Let the Sleeper awake!

We can think of ‘the sleeper’ as being our own consciousness, lulled into a kind of soporific dullness by everyday life. When we ‘awake’, we become aware of what is around us. If we can start to live fully in the moment, extracting from it all that it has to offer, then we are truly alive. The idea that the true potential of the psyche is latent and asleep in a kind of waking dream is common in spiritual traditions. Beltane is a good time to wake the psyche. The days grow longer, the weather draws us out of doors, and nature is frantic with activity. The energy of Beltane is all about wakefulness.

As an antidote to a life dissociated from what is happening around us and within us, there is a huge surge of interest in the West in the practice of mindfulness. Mindfulness as generally taught in secular settings has come to us from Buddhism, but similar concepts can be found in Paganism. Indigenous traditions often emphasize this mode of being with the natural world – aware, awake, and attentive to our interconnectedness with all that is around us. Mindfulness practices and concepts can be found also in pre-Christian Paganism – in the Ancient Greek philosophy of Epicurus, for example, and in the Graeco-Roman philosophy of Stoics such as Seneca and the Roman Emperor Marcus Aurelius.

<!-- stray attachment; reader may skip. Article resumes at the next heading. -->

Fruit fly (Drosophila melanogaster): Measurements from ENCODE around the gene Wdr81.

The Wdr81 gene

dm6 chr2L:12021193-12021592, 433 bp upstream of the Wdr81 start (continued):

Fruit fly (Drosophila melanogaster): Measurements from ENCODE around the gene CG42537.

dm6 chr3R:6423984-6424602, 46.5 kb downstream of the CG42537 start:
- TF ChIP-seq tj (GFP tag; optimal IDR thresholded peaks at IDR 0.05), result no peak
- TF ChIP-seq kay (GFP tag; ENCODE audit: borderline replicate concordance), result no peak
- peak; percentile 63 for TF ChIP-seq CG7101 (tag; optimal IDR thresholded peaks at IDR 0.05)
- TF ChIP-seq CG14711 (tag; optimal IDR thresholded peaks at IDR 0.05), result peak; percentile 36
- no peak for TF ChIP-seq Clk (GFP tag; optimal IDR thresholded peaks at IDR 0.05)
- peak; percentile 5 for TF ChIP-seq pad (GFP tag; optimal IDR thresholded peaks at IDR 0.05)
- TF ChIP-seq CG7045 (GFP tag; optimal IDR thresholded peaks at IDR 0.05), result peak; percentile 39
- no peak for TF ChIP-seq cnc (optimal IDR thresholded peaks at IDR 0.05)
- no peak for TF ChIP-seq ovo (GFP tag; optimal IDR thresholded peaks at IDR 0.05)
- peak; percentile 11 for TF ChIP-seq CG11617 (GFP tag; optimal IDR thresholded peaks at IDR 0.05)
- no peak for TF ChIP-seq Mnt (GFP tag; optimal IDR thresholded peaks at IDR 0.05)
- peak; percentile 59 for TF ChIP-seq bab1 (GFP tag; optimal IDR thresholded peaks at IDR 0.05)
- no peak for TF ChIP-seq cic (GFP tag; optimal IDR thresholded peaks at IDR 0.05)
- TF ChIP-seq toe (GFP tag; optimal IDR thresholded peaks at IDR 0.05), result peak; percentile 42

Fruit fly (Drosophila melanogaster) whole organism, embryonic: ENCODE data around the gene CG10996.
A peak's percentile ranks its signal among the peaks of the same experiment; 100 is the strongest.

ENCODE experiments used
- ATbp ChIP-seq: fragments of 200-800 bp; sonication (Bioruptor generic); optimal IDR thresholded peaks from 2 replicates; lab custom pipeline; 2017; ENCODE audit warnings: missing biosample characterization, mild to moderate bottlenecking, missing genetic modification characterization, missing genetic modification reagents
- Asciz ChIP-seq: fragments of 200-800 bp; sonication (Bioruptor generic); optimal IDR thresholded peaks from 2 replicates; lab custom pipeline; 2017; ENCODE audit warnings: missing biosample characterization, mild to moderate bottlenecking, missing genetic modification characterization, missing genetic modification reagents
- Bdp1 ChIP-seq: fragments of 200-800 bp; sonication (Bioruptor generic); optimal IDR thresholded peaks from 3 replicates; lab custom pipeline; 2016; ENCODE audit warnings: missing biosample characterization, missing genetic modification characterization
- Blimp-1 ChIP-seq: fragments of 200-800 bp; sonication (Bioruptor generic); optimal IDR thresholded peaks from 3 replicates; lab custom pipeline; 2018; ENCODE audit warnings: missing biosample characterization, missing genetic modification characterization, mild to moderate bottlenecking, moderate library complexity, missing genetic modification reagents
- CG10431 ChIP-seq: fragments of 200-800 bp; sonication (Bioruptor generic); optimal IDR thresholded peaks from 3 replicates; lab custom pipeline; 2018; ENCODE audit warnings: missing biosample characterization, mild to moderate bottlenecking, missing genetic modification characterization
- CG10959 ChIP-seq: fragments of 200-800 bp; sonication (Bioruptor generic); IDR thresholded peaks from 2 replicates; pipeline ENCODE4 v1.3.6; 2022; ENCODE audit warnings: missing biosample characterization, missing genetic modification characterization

Photo courtesy of Shutterstock.
Photo courtesy of Shutterstock.
Chant the rune and dance the ring

From Beltane to Stoicism may seem a surprising leap, but if we think about it maybe it isn’t. Part of the beauty and power of contemporary Paganism is about re-connecting us with life in the here and now. The seasonal cycle celebrates being here, now, in this body, in this time, in this place, with this particular group of people. We are not celebrating the past deeds of a spiritual hero or role model, we are celebrating what is all around us in the world of nature and within ourselves and are appreciating it for what it is. The message of Paganism reinforces constantly that all phases of existence have their time and place. Winter is not ‘better’ or ‘worse’ than summer; life is not better or worse than the physical change that we call ‘death’. Each thread in the ever-changing fabric of existence has its time and place and purpose.